Allocation Of Frames

Allocation Of Frames

Allocation Of Frames

When a page fault occurs, there is a free frame available to store a new page into a frame. While the page swap is taking place, a replacement can be selected, which is written to the disk as the user process continues to execute. The operating system allocates all its buffer and tablespace from the free-frame list for the new page.

Two major allocation Algorithm/schemes.

  1. Equal allocation

  2. Proportional allocation

Equal allocation: The easiest way to split m frames among n processes is to give everyone an equal share, m/n frames. This is known as equal allocation.

proportional allocation: Here, it allocates available memory to each process according to its size. Let the size of the virtual memory for process pi be si, and define S= ∑ Si

Then, if the total number of available frames is m, we allocate ai frames to process pi, where ai is approximately   ai = Si/ S x m.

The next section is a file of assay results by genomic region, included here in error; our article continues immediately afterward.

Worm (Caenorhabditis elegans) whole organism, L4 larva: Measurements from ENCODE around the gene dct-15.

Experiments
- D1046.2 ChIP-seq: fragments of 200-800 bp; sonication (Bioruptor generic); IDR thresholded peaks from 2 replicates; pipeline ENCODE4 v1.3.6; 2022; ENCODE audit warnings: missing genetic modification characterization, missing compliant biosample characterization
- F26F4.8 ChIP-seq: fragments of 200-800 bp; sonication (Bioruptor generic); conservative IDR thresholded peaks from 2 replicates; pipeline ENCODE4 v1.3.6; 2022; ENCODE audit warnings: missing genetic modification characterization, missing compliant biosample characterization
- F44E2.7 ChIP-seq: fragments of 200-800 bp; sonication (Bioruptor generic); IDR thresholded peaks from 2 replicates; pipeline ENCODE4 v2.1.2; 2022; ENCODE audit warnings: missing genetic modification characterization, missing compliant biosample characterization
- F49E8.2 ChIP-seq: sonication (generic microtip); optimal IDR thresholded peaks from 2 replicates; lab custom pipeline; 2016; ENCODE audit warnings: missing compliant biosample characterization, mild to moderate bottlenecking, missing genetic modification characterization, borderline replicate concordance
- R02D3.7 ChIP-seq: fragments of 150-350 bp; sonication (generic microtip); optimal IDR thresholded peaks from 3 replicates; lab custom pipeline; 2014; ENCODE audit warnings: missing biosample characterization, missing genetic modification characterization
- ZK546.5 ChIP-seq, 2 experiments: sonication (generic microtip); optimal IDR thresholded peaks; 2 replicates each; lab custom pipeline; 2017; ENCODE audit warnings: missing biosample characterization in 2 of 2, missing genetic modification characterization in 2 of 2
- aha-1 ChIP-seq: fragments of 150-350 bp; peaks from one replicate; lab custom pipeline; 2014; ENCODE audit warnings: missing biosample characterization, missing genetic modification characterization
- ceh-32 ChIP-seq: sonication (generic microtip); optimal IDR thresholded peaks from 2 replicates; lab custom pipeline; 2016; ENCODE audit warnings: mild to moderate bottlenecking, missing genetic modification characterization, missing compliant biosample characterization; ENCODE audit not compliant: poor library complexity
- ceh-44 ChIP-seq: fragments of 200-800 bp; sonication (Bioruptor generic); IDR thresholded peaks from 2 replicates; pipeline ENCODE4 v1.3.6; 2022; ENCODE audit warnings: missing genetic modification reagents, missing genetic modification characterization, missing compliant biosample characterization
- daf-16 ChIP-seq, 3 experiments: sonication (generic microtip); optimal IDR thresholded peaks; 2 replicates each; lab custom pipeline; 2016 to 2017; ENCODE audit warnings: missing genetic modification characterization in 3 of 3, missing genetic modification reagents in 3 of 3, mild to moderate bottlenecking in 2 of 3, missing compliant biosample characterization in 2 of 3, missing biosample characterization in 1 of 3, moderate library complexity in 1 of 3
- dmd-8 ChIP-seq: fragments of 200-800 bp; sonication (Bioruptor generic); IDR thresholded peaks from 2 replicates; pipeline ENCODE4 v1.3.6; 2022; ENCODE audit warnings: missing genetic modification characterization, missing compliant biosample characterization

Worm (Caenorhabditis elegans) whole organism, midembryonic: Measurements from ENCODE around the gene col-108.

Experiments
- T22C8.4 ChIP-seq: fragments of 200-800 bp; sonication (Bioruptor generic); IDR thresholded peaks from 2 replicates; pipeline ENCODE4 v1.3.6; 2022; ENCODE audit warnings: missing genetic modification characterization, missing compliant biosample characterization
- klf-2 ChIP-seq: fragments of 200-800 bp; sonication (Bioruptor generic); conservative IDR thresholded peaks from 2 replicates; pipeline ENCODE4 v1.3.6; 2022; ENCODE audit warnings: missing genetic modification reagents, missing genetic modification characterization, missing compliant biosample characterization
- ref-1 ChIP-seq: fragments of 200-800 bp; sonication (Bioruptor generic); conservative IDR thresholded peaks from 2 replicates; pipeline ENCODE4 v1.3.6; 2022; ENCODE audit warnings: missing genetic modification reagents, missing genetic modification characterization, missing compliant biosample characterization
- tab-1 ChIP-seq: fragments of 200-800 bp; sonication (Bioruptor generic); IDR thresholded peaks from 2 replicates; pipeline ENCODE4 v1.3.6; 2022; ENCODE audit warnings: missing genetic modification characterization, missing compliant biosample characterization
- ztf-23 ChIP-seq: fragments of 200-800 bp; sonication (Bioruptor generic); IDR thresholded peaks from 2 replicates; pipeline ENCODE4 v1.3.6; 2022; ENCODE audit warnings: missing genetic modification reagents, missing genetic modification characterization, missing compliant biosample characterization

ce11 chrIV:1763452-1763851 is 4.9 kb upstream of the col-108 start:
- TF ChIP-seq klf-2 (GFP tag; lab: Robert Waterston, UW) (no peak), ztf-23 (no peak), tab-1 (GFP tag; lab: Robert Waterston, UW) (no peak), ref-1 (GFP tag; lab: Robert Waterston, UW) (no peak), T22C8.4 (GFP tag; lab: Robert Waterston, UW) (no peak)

Global Versus Local Allocation

We can classify page-replacement algorithms into two broad categories: global replacement and local replacement.

Global replacement allows a process to select a replacement frame from the set of all frames, even if that frame is currently allocated to some other process; one process can take a frame from another.

Local replacement requires that each process selects from only its own set of allocated frames.

Thrashing:-

The system spends most of its time shuttling pages between main memory and secondary memory due to frequent page faults. This behavior is known as thrashing.

A process is thrashing if it is spending more time paging than executing. This leads to:

low CPU utilization and the operating system thinks that it needs to increase the degree of multiprogramming.

allocation of frame thrashing

(Thrashing)

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